A: Joe was a loveable guy with a lifetime of comedy---The original writer-director of the 3 Stooges pix called me and said he wanted to team me with Joe---we made 4 shorts until Columbia stopped ALL short subject production as an economy move.
Q: I recently acquired a couple of your old shows, one from KECA, and one from KIEV. What can you tell me about these?
A: I never cared for the ABC stuff -- it always felt contrived to me. I had to re-record all of the tracks and they sounded awful, I thought. The KIEV programs were very good. Did you know my son Darr engineered those shows? He had never done it before, but I think he was better than some techs I had at times.
Q: I read that you were working on your autobiography, are you?
A: Autobiography? Nope---I did write approximately 50 newspaper columns about me and early daze of TV/radio when I was writing for a group of San Diego papers---with those I have a nucleus.
Q: Are you well?
A: Yup---somehow I stay pretty well, especially since I stopped eating red meat and dairy products a couple of years ago.
Q: Can you tell me about a show I have with you interviewing Stan Freberg?
A: That was from a midnight show I did on KNX radio--I took over Steve Allen's slot when he went to NY for the Tonight Show in the early 50's.
Q: I also have a show you did called " Musical Department Store", for Armed Forces Radio Service.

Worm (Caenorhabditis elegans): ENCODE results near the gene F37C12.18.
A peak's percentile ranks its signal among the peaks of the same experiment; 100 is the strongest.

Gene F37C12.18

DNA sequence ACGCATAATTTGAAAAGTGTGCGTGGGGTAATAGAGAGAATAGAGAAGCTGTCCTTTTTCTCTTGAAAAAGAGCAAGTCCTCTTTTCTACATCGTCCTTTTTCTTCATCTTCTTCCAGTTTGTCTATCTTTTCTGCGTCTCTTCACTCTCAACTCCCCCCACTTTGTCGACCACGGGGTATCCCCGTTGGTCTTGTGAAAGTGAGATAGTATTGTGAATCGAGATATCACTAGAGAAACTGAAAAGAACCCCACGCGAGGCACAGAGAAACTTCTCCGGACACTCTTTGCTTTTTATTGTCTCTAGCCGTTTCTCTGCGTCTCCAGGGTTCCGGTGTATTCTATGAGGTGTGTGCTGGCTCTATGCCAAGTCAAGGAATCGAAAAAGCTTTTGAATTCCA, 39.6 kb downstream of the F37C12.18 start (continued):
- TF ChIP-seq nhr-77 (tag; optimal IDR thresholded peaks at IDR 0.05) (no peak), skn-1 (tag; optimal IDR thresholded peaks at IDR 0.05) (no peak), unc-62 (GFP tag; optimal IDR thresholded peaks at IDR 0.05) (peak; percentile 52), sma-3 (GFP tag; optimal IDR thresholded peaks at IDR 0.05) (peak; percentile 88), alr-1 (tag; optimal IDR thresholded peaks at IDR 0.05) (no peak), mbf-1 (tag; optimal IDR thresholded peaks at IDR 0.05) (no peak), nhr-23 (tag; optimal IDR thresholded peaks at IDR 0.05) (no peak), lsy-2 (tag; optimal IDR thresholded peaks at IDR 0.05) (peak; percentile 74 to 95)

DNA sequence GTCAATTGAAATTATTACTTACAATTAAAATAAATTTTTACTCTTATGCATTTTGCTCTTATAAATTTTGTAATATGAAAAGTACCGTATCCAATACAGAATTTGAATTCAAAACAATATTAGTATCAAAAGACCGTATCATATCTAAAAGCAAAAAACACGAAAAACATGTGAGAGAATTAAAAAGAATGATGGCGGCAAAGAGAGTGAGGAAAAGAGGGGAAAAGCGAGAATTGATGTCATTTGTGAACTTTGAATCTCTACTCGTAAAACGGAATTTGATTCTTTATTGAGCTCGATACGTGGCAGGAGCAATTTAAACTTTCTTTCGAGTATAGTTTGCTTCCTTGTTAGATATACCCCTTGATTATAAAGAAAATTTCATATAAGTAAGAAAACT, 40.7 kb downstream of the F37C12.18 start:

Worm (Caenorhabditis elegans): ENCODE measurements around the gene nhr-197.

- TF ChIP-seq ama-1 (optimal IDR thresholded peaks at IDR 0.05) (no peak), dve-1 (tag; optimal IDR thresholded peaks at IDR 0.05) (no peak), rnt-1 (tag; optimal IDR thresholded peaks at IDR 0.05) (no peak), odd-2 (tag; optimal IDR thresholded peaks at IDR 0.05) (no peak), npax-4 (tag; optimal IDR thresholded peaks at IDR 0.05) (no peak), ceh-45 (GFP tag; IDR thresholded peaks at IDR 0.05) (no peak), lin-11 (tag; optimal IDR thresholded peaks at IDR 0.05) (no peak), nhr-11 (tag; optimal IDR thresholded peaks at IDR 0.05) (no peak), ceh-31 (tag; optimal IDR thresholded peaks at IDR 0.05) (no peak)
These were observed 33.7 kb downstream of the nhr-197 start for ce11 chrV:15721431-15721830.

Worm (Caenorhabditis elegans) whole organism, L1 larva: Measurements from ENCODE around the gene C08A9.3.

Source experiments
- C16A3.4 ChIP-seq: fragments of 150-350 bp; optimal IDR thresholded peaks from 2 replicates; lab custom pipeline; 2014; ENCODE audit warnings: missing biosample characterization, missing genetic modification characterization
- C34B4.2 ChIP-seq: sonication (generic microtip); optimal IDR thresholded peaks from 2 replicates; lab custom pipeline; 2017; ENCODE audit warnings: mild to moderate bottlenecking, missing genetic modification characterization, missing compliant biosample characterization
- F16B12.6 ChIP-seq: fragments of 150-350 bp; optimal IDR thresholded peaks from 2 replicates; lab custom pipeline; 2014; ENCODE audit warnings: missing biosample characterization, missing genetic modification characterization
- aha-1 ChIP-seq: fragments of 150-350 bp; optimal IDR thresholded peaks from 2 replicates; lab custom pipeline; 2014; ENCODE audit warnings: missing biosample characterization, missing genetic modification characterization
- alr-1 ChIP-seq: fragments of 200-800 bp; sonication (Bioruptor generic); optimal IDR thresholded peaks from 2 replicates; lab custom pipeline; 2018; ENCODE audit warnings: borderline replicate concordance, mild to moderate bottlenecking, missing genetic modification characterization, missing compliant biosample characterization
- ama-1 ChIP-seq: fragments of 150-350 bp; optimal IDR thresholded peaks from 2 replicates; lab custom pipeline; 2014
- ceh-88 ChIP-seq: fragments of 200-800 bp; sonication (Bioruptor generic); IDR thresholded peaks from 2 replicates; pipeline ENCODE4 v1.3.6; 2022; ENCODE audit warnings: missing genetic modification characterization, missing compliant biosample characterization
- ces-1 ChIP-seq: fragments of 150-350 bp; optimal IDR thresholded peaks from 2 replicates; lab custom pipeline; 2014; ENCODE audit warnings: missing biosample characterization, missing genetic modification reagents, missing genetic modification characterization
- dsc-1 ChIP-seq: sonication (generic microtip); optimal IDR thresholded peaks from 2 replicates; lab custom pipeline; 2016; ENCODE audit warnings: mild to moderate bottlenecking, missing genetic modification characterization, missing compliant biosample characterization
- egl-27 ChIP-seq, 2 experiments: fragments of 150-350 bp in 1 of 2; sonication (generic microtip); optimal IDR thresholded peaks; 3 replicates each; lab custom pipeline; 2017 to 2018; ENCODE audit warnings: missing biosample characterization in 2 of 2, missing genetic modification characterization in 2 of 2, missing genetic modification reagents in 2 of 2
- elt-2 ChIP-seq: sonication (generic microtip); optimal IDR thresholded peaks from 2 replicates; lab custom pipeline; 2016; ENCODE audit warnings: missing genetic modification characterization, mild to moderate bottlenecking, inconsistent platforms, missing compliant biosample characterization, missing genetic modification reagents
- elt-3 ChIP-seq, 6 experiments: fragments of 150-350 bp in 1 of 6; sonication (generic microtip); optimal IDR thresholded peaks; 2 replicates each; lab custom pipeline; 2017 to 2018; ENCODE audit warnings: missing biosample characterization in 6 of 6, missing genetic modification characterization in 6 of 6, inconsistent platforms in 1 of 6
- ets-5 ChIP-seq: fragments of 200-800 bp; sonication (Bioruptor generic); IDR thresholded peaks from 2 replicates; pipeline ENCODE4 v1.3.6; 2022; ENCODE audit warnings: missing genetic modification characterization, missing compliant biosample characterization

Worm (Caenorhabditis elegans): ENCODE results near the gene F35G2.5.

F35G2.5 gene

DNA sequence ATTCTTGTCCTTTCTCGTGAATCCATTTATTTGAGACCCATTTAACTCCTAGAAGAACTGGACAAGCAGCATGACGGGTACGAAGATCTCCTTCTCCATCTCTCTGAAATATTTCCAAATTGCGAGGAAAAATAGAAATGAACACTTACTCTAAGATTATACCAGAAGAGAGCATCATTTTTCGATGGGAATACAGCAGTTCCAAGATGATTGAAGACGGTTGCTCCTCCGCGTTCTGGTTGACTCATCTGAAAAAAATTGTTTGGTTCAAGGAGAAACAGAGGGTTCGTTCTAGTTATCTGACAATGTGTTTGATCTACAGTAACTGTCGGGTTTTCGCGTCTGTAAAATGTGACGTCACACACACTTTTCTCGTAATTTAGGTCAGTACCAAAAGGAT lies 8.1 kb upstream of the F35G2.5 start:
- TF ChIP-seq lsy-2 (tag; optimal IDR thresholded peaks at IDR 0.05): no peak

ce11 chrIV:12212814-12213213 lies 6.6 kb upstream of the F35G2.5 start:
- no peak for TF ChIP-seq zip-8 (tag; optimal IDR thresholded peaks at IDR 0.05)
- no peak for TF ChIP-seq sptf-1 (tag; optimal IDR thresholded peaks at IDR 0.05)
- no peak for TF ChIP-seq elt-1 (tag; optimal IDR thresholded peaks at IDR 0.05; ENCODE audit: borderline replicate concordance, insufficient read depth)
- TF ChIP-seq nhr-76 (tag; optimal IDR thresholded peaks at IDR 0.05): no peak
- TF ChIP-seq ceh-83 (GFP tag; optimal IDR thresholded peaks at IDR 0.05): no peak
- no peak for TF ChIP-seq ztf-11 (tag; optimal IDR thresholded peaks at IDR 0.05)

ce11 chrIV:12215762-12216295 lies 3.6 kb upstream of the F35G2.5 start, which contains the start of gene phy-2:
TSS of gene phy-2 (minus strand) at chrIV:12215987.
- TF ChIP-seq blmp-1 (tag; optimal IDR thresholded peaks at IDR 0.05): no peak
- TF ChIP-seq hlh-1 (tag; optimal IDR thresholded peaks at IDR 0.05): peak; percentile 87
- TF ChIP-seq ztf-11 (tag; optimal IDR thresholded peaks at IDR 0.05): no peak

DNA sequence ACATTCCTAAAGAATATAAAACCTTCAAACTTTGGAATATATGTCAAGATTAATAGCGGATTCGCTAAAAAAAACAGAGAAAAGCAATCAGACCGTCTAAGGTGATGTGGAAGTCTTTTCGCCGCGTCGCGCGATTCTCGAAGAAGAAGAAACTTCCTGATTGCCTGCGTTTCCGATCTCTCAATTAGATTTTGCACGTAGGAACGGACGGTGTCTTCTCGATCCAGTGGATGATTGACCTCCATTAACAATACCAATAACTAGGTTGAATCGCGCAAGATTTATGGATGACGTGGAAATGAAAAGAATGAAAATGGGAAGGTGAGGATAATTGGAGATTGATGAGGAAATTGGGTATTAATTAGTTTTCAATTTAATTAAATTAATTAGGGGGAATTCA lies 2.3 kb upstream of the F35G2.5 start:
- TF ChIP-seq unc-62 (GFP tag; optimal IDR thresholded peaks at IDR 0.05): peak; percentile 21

A: M.D. Store was while I was on KXLA (now KRLA) about 1945-6-7.
Q: Can you possibly suggest anywhere I can find your past TV shows?
A: Practically NONE exists--during the production of KCOP's recent 50th anniversary show, the producer, Mitch Waldow, uncovered a couple of kinescopes--about a total of less than a minute--and added some audio from an old radio show of mine for teasers to run in the news plugging the upcoming show. Other than that, nothing.
Q: Do you have any of your old shows?
A: I never had tapes of my TV stuff-remember kines didn't exist and the stuff mentioned above were TESTS--and they tossed them after checking the quality.
Q: Do you have lots of fans who e-mail you?
A: Yup--I get about a half-dozen new ones a week, after half a century! And I love every one of the communications!!! talks to Jim Hawthorne How did you begin writing? Did you intend to become an author, or do you have a specific reason or reasons for writing each book?